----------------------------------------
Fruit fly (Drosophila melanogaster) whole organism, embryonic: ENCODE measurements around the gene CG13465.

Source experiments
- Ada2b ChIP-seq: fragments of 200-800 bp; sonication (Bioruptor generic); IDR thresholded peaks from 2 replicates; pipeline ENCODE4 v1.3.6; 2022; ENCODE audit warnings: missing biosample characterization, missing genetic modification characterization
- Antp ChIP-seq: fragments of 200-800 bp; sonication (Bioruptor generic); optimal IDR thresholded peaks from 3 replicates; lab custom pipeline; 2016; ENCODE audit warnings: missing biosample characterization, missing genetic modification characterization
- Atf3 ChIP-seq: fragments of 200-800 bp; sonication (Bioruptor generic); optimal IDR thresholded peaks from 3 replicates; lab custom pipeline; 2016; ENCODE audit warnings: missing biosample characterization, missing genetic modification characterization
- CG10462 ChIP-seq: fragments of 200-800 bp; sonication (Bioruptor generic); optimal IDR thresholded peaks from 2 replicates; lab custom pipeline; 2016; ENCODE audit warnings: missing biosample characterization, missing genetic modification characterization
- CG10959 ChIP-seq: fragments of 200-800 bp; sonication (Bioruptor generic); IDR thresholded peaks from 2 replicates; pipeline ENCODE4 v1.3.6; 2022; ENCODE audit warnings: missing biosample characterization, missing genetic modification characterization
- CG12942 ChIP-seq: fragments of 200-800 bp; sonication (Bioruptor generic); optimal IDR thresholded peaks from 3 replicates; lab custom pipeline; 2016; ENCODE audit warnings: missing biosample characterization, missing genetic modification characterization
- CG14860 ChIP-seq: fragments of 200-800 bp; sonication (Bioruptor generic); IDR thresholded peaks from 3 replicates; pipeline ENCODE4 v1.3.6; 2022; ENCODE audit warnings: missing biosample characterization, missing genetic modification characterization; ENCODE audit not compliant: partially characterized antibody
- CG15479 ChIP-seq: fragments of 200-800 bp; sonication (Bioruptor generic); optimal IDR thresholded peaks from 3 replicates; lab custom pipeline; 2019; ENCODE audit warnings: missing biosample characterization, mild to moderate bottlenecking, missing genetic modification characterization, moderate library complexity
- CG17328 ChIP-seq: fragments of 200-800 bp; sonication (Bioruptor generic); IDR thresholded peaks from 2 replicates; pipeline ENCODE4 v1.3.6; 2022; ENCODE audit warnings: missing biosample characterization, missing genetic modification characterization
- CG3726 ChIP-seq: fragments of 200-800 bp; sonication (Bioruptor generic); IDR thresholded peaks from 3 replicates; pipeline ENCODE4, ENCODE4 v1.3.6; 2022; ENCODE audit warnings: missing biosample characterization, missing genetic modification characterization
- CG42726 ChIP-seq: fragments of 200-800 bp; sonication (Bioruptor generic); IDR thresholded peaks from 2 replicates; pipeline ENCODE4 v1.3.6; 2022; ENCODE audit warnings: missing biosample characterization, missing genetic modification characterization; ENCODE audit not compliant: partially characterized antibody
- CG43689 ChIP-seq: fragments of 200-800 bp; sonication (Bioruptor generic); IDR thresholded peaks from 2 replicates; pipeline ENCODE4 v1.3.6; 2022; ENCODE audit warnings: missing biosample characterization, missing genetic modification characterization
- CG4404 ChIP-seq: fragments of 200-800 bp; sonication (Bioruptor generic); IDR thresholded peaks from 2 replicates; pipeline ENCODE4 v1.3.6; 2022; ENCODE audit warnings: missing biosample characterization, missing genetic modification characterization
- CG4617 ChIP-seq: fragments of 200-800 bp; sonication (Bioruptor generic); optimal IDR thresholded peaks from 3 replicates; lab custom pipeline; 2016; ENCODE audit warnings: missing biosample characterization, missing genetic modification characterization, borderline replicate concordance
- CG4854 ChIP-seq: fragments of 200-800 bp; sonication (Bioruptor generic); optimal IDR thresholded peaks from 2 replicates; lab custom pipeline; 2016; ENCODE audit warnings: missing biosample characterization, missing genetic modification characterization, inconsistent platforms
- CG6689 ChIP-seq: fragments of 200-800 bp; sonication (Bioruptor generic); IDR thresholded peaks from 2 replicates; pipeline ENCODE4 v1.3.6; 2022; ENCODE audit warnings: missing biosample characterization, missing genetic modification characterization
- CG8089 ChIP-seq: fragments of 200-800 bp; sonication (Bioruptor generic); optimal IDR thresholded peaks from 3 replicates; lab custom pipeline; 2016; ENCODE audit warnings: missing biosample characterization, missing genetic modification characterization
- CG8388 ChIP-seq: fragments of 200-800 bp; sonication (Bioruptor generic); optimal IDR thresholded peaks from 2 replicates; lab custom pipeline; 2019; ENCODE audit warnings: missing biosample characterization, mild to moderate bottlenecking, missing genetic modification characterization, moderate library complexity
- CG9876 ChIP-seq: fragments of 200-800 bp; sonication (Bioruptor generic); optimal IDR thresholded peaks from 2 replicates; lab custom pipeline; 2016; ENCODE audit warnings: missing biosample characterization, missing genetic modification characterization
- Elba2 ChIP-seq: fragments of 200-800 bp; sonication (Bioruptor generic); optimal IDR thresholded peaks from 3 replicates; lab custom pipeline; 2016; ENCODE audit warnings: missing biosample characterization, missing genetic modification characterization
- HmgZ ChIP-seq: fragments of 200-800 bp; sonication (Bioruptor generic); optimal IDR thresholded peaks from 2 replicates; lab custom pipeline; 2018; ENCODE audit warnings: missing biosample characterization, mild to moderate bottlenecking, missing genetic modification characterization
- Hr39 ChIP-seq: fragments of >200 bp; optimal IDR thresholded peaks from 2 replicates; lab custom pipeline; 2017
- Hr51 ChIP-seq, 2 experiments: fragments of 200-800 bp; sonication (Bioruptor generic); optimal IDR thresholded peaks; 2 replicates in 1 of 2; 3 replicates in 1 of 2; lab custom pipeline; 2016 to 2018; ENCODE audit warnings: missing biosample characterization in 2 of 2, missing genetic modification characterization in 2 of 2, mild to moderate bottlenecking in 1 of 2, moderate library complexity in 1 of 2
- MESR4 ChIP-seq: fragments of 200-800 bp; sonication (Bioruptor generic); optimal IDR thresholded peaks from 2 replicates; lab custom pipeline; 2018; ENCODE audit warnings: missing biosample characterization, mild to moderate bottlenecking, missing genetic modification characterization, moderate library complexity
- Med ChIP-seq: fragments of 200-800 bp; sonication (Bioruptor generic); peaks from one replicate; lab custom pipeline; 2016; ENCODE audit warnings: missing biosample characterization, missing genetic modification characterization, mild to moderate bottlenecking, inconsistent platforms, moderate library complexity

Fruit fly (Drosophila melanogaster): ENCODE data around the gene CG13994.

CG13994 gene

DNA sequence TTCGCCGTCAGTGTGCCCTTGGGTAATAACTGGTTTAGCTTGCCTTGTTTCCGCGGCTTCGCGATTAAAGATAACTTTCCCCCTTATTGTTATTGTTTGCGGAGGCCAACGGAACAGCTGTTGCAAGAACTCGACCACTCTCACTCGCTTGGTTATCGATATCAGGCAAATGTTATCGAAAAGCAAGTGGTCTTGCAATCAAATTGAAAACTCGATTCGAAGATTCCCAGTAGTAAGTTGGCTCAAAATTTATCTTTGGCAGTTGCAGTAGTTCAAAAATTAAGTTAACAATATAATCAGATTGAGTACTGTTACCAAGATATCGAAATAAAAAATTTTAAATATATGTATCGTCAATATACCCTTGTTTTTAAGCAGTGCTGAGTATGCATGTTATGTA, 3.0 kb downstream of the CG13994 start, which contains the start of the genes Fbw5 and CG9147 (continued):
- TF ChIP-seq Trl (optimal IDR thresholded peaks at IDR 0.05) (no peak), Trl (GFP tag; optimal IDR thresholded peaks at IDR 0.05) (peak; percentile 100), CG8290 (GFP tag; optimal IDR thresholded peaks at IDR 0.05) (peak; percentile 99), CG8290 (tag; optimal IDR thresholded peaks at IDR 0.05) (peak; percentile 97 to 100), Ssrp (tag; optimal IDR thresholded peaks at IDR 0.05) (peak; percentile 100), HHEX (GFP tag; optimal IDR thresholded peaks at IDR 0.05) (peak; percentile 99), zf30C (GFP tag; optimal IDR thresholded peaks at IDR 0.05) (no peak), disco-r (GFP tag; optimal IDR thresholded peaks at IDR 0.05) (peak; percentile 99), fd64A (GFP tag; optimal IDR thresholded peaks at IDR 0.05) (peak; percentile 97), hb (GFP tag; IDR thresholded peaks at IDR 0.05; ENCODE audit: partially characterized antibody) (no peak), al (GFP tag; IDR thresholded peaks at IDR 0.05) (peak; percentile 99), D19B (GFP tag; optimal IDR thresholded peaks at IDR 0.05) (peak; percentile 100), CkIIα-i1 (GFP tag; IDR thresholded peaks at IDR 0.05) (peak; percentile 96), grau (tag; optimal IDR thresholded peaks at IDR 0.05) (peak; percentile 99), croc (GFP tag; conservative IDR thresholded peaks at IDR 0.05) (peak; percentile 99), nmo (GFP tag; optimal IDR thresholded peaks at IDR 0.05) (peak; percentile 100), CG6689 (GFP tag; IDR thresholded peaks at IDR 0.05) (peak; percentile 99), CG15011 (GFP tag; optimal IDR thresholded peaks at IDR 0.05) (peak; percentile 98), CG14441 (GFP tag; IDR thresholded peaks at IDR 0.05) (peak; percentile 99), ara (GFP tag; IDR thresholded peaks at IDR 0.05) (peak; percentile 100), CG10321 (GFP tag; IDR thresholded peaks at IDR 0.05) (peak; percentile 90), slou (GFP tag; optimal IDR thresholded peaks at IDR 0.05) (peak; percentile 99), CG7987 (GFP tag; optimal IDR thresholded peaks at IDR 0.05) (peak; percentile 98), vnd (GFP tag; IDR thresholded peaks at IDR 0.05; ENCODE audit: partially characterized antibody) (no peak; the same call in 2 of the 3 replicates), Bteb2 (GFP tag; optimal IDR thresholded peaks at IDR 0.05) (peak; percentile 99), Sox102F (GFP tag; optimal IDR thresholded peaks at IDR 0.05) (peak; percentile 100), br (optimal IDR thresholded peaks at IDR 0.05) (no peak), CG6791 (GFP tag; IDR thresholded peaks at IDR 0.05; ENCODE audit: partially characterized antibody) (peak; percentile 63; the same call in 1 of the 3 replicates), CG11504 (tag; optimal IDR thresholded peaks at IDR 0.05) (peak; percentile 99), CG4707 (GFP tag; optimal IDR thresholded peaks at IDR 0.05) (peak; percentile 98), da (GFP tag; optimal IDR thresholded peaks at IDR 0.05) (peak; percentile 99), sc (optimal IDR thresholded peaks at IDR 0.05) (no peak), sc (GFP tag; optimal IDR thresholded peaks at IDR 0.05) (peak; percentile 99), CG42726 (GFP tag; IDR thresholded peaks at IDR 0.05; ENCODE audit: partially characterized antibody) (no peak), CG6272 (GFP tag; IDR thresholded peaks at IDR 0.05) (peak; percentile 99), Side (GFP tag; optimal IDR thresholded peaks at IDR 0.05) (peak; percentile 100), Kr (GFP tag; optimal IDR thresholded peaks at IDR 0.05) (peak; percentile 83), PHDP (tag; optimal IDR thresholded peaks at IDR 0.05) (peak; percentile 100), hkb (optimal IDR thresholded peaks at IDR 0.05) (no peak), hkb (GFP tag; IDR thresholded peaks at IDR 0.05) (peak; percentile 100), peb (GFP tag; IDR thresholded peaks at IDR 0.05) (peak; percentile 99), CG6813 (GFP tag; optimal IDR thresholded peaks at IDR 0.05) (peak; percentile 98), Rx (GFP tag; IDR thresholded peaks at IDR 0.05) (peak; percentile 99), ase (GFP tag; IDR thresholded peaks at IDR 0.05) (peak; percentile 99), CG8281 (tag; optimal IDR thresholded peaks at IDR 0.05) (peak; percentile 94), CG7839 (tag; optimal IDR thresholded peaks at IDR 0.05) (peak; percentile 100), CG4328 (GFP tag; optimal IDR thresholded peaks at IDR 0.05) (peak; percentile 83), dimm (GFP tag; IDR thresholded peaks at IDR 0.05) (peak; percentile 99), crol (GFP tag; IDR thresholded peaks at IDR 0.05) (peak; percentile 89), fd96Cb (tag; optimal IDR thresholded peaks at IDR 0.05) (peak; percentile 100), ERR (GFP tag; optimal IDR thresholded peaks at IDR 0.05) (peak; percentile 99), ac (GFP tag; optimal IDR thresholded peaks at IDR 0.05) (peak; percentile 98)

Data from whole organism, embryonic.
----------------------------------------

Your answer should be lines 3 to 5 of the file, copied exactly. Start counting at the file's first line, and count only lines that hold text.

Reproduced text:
- Ada2b ChIP-seq: fragments of 200-800 bp; sonication (Bioruptor generic); IDR thresholded peaks from 2 replicates; pipeline ENCODE4 v1.3.6; 2022; ENCODE audit warnings: missing biosample characterization, missing genetic modification characterization
- Antp ChIP-seq: fragments of 200-800 bp; sonication (Bioruptor generic); optimal IDR thresholded peaks from 3 replicates; lab custom pipeline; 2016; ENCODE audit warnings: missing biosample characterization, missing genetic modification characterization
- Atf3 ChIP-seq: fragments of 200-800 bp; sonication (Bioruptor generic); optimal IDR thresholded peaks from 3 replicates; lab custom pipeline; 2016; ENCODE audit warnings: missing biosample characterization, missing genetic modification characterization